Can progressives actually defeat the Morrison government

Something is on the turn. Slowly, and with increasing clarity, the Australian political and electoral map is being redrawn. Since the July byelections in Longman, Mayo and the rest of the “Citizenship Five” Super Saturday slate, not a single thing has gone right for Australia’s powerfully entrenched hard-right.

First published at Crikey

Longman lit the fuse on the fabulously misconceived coup against prime minister Turnbull, which rests the government’s fortunes in the hands of a prime minister almost maniacally out of his depth. The Wentworth byelection followed up as perhaps the most profound self-own in modern political history. Saturday’s blinder of an election loss for the Victorian Liberals cements the turn, and the resignation of disaffected Liberal MP Julia Banks to the swelling ranks of restive crossbenchers takes the government’s parliamentary fortunes into unmapped territory.

It has sent hardline commentators into some wonderfully entertaining live-to-air brain seizures as they try to interpret the ominous domino-fall of seats. The fevered consensus seems to be that the far-right hasn’t been far-right enough, and the reason for Matthew Guy’s electoral humiliation is that he went too green.

These political tremors are the surface expression of the real world turning. It is hardly blind coincidence that the LNP is floundering on the rocks of an increasingly dangerous climate and the fate of trapped refugees that they’ve cast into oblivion. The government has misread the popular will on everything from the Uluru Statement from the Heart to criminal misconduct in the banking and financial services sectors and the need for a national anti-corruption commission. As these debts fall due electorally, there is a sense of panic within conservative ranks that is nothing short of delicious. 

And yet, the progressive side of politics can hardly sit back and assume a 2019 federal election win is in the bank. Even if it was, it isn’t good enough to be just slightly better than the howling shitshow of the Morrison government.

Labor remains deeply compromised on both keystone issues of climate and refugees, caught in the impossibility of trying to play both sides of the street. Even so, their performative and occasional genuine adoption of progressive initiatives is a potential risk to the positioning of the Greens, who can spend years working with community campaigners to politically de-risk issues like negative gearing and marriage equality, only to have the campaigns taken up by Labor and have the Greens written out of history.

This, we remind ourselves, is often the path of change and the public doesn’t care who gets the credit for change, as long as it gets made.

The strongest example of what this dynamic can deliver remains the establishment of the Multi-Party Climate Change Committee (MPCCC) in 2010; a proposal by former Greens leader Christine Milne to bring the government and crossbenchers together with policy specialists to craft a way through the climate and energy deadlock. This process delivered the Clean Energy Act, parts of which survive today as the Clean Energy Finance Corporation and the Australian Renewable Energy Agency. For two short years, before the industry-funded surge of the hard-right brought the hammer down, Australia had the foundations of a functional climate policy in place.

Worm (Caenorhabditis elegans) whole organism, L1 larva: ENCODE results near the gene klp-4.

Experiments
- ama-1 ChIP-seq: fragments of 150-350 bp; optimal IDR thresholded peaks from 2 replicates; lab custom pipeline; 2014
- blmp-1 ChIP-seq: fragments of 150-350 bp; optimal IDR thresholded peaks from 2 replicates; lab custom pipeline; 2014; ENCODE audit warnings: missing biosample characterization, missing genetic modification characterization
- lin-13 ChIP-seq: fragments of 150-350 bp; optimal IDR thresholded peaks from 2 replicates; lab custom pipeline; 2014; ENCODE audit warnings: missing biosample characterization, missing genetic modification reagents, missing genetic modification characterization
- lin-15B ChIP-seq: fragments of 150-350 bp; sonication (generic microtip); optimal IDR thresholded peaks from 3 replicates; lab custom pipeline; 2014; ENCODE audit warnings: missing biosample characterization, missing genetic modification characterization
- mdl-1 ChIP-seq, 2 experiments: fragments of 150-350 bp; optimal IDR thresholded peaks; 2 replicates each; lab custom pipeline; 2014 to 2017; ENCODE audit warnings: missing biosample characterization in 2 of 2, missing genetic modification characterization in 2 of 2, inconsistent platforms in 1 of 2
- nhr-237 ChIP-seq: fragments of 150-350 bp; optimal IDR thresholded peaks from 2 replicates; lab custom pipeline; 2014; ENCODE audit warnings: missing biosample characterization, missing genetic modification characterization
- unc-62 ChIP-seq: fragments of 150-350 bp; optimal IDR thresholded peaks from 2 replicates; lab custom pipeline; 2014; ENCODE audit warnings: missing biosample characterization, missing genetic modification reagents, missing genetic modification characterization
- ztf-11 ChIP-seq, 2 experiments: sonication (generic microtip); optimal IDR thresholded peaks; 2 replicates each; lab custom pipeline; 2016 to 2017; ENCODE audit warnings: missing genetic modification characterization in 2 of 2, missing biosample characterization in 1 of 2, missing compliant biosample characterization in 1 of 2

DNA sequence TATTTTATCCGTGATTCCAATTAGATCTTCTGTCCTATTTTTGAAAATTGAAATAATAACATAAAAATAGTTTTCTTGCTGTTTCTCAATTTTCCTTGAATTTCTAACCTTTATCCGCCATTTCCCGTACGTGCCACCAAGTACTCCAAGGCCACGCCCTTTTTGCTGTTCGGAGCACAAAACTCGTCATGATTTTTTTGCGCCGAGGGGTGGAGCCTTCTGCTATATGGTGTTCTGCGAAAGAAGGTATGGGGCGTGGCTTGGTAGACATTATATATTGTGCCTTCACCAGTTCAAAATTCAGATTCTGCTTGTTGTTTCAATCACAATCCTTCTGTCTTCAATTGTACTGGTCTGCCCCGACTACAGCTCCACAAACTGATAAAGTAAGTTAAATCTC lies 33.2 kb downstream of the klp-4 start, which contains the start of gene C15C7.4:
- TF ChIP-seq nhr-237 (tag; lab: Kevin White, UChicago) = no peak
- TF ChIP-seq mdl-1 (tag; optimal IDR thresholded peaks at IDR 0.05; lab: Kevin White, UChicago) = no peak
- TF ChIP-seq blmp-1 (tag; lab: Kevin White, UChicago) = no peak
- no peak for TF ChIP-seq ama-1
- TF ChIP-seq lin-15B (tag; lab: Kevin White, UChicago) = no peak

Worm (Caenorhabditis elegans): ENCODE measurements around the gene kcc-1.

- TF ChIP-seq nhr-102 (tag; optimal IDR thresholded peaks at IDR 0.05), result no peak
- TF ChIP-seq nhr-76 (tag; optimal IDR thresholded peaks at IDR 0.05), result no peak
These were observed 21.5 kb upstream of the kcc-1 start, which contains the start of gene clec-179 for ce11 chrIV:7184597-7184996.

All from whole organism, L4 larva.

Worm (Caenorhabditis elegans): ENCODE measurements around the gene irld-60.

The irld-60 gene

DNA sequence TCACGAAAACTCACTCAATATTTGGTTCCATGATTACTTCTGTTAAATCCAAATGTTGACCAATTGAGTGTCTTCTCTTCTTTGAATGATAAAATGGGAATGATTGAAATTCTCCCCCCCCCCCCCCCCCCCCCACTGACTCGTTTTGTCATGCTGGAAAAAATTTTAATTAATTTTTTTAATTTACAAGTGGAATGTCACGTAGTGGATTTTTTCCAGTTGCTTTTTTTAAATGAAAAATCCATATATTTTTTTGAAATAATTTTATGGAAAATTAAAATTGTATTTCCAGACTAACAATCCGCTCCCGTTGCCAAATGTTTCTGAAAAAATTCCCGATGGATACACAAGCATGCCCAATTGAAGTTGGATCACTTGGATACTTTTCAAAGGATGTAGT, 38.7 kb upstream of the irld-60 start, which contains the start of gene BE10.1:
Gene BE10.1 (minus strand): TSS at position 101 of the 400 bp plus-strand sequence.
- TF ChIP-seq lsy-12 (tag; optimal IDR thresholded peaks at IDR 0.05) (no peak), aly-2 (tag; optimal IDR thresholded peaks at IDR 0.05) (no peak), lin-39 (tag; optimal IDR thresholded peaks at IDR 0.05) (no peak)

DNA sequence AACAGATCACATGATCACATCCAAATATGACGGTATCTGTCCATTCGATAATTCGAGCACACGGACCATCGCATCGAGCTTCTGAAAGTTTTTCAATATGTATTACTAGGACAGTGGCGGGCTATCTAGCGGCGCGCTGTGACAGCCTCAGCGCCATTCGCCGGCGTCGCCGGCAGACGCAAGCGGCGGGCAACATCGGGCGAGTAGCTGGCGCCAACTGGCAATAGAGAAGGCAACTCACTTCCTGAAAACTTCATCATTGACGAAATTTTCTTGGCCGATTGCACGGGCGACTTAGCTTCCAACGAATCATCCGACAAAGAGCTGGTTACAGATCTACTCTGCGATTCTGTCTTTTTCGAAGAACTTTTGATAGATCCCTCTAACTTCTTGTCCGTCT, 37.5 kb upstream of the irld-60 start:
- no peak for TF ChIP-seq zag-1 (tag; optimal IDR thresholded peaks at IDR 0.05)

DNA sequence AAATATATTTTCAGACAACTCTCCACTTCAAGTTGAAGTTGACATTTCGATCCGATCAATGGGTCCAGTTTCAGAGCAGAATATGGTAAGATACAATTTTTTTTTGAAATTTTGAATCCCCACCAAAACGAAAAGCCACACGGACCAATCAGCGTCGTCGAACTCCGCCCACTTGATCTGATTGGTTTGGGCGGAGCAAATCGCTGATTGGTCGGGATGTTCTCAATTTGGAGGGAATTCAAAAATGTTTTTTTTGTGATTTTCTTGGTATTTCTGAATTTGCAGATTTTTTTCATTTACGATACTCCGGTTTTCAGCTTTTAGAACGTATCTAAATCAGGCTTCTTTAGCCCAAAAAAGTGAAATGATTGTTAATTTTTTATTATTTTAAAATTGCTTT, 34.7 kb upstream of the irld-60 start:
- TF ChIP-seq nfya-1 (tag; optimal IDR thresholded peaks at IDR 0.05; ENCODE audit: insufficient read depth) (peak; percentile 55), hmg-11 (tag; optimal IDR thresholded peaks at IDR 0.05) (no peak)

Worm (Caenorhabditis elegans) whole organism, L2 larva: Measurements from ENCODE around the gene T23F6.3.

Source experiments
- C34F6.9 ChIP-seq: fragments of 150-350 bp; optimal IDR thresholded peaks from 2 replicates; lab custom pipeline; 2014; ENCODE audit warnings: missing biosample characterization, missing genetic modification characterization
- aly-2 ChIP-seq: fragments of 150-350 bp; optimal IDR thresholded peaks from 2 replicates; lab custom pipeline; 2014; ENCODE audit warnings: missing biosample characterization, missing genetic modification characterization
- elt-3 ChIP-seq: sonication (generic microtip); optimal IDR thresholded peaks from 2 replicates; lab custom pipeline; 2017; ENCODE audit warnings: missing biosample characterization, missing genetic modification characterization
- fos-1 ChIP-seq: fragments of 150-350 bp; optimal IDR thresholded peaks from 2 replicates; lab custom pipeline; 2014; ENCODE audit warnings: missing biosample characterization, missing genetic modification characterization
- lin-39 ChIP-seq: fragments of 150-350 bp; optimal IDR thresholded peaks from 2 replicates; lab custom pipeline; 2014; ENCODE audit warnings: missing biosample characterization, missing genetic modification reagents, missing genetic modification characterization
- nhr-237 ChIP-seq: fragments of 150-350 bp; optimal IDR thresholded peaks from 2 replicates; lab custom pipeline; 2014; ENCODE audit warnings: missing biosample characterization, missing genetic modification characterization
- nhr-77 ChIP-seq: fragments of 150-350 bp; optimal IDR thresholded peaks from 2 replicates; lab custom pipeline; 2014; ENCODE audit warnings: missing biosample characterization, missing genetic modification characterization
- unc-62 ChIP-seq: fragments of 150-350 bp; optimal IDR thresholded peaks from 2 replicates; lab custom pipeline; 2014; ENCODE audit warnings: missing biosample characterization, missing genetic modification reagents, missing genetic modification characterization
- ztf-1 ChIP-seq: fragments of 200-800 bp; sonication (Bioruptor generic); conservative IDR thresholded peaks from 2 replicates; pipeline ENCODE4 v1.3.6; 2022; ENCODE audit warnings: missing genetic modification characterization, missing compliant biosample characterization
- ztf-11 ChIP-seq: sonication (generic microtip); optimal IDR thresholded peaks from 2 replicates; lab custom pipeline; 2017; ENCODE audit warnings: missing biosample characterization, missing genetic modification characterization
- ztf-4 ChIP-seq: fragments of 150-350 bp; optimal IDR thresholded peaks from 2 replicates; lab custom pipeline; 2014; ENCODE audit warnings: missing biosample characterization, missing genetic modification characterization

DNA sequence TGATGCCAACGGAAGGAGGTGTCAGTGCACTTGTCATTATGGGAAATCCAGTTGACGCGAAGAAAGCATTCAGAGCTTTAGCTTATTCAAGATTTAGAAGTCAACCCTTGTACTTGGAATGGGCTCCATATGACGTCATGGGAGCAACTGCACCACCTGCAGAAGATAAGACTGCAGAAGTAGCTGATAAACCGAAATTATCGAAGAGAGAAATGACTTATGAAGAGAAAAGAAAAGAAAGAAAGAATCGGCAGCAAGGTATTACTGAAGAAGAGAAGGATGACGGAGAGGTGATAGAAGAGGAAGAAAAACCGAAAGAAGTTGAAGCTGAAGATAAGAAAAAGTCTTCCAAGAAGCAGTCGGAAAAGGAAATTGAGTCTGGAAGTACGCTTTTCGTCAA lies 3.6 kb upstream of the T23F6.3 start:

This only happened because the balance of numbers in the House and Senate gave the Greens negotiating leverage to bring it about, and because prime minister Gillard was skillful enough to hold a disparate minority government together for long enough for the MPCCC to deliver the outcome. The numbers in Parliament after the 2010 election created the platform on which goodwill and policy expertise were able to be brought to bear on a formidably difficult problem. Which brings us back to today. 

The Greens suffered badly in the Victorian state election. While upper house results remain provisional, the failure of the Andrews government to reform the state’s electoral system means that microparties with tiny fractions of the vote can game the system of group voting tickets and win seats at the expense of candidates with 10 or 20 times the vote. Labor’s decision to play into these deals may have the outcome of filling the state upper house crossbench with a vocal assortment of gun advocates, climate deniers and niche hardliners while the Victorian Greens upper house team is wiped out.

In addition, the party more broadly is dealing with a series of ugly setbacks and revelations about the behaviour of male MPs, candidates and volunteers which have buried any residual illusions that these issues would be confined to the major parties. 

There is now a 20-year tradition of people declaring the Greens a spent force following every setback, no matter how small, and this time will be no different. Just as in the past, these declarations will be way off-target, and not just because this commentary is often hostility masquerading as analysis. This movement isn’t going anywhere, simply because of the urgency of the work still to be done.

The task now is to bring this urgency to bear on the numbers in the national parliament, so that the electoral demolition of the Morrison experiment actually brings lasting benefit to the people casting the votes.